+ Clarify the ambition of your goal
When companies set a neutrality target, it’s important to follow the IPCC’s definitions of the different concepts of neutrality to delimit the scope of climate impacts the corporate goal covers.
- “Carbon neutral” refers to net-zero carbon dioxide emissions.
- “Net-zero emissions” includes other greenhouse gases (GHGs) beyond carbon dioxide, such as methane, nitrous oxide, etc.
- “Climate neutral” encompasses all GHGs and “regional or local biogeophysical effects of human activities” — it is especially relevant for the aviation sector.
+ First things first: science-based reduction targets
The backbone of a credible net-zero goal is a science-based reduction target. Companies demonstrate credible climate ambition by first setting a science-based target to decarbonize their value chain emissions. Prioritizing a reduction plan is more ambitious because it requires engaging internal stakeholders and transforming business models. Investments to reduce emissions can seem complex and costly compared to an external offsetting plan. But reduction strategies have a permanent effect, whereas carbon credits are an annual cost: one ton of carbon offset in 2020 will need to be purchased again in 2021.
+ Carbon dioxide removals: that’s for what’s left-over
Carbon dioxide removals should be used “to some extent to neutralize emissions from sources for which no mitigation measures have been identified.” They should be used in addition to reduction efforts, not as a substitute to decarbonization. Not all emissions balancing solutions are created equal, and criteria are still being defined. The most effective use of CDR is when it happens within a company’s value chain.
“It can be attractive for a company to ‘jump to zero’ by offsetting all of today’s emissions through buying carbon credits and declaring having reached carbon or climate neutrality. But if companies invest in annual carbon credits at the expense of building a science-based net-zero strategy, they could end up in a more precarious position in five or ten years from now — financially, environmentally and reputationally.”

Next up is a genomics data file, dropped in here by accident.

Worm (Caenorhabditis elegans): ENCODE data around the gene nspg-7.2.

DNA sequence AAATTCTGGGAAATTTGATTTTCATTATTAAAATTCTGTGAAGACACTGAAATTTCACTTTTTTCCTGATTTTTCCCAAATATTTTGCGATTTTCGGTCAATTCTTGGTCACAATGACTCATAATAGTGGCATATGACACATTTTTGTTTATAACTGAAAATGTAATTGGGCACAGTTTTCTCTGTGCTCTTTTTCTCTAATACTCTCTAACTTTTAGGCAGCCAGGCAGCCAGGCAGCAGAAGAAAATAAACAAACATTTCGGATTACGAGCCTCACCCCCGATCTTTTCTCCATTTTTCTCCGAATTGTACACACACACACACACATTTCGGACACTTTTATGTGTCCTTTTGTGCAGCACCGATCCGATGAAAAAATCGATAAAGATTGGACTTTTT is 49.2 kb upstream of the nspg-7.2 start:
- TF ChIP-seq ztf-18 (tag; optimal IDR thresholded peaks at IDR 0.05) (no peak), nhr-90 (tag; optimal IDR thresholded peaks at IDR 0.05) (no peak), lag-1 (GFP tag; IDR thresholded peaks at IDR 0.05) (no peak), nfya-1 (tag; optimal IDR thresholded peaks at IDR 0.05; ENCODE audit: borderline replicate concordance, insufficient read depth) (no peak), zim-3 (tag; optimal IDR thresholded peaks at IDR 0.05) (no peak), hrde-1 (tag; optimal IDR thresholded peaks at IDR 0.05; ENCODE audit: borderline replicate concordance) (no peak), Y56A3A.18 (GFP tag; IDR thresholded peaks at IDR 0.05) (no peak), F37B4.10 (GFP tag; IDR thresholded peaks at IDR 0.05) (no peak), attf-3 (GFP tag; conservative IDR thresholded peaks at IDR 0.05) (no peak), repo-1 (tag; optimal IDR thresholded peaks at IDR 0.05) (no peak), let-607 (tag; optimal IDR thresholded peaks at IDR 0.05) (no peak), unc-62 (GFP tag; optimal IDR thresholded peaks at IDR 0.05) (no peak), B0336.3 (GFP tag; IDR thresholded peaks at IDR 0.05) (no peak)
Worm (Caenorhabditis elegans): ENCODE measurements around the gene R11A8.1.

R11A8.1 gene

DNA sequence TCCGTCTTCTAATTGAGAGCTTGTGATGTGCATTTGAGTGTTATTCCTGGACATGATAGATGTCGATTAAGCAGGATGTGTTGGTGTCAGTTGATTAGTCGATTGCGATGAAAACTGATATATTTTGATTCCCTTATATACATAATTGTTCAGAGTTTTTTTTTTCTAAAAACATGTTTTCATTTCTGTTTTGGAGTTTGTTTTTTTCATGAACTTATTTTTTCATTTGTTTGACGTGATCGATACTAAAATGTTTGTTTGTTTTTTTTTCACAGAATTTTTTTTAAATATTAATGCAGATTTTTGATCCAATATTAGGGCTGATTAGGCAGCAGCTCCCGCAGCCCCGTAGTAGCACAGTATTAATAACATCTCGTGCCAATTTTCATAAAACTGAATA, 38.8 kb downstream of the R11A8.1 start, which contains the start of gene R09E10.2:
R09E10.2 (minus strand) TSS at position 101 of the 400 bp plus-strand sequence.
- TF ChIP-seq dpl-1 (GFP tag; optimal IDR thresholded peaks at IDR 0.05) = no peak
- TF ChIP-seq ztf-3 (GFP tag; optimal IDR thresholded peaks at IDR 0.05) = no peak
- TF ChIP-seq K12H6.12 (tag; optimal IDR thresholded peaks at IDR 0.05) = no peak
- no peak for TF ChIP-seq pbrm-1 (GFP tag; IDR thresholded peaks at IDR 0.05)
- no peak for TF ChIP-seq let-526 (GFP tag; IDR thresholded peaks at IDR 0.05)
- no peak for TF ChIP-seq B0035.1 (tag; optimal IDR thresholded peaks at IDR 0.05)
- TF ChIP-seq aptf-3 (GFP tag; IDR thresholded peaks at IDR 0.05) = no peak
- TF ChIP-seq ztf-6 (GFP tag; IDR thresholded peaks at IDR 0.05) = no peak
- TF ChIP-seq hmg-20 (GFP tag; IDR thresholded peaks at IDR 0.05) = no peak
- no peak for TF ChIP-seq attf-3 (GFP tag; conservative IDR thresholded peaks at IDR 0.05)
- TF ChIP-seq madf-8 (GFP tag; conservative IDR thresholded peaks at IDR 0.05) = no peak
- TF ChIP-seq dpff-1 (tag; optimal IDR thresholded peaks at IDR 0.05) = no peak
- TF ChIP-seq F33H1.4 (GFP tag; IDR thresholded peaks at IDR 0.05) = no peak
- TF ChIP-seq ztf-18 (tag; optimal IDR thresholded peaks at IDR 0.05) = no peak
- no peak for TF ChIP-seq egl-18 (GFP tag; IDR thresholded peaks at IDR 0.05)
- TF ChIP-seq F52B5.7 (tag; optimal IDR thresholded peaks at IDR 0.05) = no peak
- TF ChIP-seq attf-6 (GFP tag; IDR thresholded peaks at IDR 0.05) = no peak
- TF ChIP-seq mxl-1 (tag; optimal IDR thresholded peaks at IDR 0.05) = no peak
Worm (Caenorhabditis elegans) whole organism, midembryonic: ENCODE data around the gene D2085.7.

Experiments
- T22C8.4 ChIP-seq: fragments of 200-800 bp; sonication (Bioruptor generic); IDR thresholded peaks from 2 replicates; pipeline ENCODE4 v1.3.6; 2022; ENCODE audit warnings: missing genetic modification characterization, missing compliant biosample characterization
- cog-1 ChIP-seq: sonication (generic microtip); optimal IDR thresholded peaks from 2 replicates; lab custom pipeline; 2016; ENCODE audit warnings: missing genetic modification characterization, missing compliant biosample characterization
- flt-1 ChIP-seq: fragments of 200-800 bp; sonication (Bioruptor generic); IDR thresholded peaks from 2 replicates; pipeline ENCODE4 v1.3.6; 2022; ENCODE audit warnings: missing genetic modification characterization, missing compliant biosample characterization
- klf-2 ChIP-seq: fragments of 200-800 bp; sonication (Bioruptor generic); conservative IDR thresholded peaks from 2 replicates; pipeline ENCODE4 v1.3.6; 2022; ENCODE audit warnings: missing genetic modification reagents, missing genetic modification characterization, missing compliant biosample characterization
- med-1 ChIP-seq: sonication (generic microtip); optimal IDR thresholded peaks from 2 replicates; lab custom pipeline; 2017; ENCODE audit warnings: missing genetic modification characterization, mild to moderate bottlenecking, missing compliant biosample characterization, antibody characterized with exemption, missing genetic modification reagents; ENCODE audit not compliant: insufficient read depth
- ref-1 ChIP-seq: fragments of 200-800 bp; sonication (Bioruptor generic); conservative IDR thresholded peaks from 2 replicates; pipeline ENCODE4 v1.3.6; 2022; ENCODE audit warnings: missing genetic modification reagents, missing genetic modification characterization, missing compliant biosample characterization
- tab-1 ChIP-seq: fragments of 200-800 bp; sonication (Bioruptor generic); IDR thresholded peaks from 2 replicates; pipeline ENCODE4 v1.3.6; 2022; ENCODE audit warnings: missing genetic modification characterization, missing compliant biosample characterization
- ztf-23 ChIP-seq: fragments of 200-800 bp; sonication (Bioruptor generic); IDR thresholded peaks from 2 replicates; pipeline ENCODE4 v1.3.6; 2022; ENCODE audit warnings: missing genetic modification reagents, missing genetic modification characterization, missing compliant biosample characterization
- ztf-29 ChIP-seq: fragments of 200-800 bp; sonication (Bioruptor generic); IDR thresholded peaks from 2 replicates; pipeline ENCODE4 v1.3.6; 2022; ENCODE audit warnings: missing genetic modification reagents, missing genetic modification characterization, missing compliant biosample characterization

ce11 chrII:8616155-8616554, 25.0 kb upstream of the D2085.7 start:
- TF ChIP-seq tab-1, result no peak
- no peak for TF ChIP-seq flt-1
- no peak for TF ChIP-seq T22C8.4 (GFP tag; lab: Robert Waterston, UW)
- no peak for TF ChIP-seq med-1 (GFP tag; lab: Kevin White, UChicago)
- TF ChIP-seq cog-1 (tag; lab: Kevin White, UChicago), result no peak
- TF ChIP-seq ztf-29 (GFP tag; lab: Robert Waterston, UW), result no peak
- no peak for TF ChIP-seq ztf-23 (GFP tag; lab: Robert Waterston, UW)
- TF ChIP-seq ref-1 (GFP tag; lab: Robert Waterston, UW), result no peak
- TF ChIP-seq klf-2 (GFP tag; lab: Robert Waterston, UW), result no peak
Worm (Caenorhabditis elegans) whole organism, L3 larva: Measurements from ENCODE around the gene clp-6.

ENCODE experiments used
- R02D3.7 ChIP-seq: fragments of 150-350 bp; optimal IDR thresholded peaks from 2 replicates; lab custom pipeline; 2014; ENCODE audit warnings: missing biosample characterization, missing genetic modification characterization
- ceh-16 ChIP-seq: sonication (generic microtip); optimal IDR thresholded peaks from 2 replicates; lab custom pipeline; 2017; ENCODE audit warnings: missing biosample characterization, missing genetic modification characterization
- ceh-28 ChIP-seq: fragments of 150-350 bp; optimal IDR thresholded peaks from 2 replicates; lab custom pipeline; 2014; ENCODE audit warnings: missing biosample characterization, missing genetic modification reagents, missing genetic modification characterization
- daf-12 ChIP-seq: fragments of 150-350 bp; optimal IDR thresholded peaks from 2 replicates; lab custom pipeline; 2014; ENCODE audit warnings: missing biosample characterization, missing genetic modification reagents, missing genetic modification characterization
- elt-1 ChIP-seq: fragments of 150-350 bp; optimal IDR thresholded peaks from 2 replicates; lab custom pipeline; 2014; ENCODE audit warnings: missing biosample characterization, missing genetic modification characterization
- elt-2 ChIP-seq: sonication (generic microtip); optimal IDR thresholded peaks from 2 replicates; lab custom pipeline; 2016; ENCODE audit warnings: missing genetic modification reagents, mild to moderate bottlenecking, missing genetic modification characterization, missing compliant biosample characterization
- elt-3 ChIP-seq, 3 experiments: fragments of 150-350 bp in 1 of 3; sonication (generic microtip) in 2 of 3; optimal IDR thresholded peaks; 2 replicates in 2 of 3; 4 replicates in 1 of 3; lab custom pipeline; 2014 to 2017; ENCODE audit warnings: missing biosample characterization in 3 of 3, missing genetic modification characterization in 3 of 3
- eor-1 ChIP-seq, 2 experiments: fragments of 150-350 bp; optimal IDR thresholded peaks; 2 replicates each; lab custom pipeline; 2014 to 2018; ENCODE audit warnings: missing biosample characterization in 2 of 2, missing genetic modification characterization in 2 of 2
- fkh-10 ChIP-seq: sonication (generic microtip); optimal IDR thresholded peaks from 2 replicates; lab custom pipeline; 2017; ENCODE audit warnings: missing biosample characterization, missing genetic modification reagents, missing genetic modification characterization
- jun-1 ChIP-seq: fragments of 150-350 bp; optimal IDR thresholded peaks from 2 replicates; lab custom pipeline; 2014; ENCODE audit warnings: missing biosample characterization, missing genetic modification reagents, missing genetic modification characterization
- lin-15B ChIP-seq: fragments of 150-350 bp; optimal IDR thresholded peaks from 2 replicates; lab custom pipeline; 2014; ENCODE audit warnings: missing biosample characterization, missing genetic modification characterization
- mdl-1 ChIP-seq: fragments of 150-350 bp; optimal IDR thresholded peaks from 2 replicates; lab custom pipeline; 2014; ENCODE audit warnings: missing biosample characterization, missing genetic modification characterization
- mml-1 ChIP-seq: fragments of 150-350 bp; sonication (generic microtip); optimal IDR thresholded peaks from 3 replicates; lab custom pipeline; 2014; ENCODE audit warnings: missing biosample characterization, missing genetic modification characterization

Charlotte Bande, Quantis Climate Strategy Expert
So does a carbon neutral strategy demonstrate ambitious climate action? A recent news report by leading media outlet FranceInter highlighted that 82% of France’s largest companies did not have a carbon-neutral strategy in 2018, and used this criterion to assess how serious a company’s climate ambition is. As we’ve seen, we can’t tell much from this criterion alone. Clearly, short term strategies such as “carbon neutral in 2019” do not guarantee any profound change of business models required to be aligned with a 1.5-degree future.
To determine climate ambition, a better question would be, “has this company committed to develop 1.5°C-compliant business model aimed at net-zero by 2050?” That’s exactly what the recently-launched UN Global Compact Business Ambition for 1.5 campaign is calling for. To date, 177 corporate leaders have pledged to pursue sustainable transformation in a credible and science-driven way.
At Quantis, we’re ringing in Super Year 2020 with the hope and expectation of seeing many more courageous corporate climate leaders step up and rally their businesses around this shared vision, and we look forward to making this trip together: destination net-zero by 2050. Cheers!